The cache of Temazepam, a prescribed drug, is believed to have been destined for sale to addicts and youngsters in Scotland and the North of England. Worth an estimated £6m on the street, the north London seizure is the largest yet of the substance.
Drug agencies and police are becoming increasingly concerned about the growing number of people using Temazepam - particularly teenagers attracted by prices as low as 50p. Children as young as 10 are taking the drug, which is a tranquilliser that slows down the body and mind in a similar way to alcohol.
Some addicts heat the substance, which comes in a gel or a tablet, and inject the liquid. Gangrene can result if it resolidifies, while mixing it with alcohol can be fatal.
Eight men were arrested in connection with the police raid on Tuesday afternoon. Seventeen South East regional crime squad officers raided a garage in north Finchley where they found 180 boxes of the drug. The shipment was tracked from a warehouse in Hackney.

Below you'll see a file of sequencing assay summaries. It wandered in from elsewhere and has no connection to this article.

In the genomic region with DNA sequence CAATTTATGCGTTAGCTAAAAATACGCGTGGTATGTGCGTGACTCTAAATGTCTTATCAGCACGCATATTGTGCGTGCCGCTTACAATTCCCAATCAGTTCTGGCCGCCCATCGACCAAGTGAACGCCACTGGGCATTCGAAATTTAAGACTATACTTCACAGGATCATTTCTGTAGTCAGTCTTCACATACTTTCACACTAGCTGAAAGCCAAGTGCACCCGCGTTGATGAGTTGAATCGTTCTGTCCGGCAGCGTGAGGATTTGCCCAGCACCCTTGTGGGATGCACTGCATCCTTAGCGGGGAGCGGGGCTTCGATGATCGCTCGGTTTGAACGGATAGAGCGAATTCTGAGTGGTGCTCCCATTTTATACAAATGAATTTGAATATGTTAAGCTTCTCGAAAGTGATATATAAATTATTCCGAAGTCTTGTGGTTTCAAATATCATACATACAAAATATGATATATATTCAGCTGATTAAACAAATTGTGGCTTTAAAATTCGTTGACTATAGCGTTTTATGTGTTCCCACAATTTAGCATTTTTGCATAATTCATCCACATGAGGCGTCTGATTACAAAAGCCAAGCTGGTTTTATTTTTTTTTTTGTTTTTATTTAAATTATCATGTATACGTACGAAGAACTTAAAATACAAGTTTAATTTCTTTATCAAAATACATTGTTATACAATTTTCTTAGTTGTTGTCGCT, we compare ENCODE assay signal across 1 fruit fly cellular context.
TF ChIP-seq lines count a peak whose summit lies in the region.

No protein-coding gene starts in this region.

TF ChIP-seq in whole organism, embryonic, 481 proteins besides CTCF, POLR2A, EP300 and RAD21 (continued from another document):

The Temazepam is understood to have been obtained legally from a pharmaceutical company in England for export. But police believe it was destined for resale in Britain.
Last August, police seized 350,000 Temazepam capsules from a warehouse in Surrey.
Known as "wobbly eggs", because one effect is to make the user stagger, or "jellies", the capsules are a category C drug. That means it is illegal to supply but not an offence to possess. The Home Office is considering whether to reclassify the drug.
Mike Goodman, director of Release, the national drug help line, said: "There has been a steady increase in the use and availability of Temazepam, particularly among hardened drug users and young people."Reuse content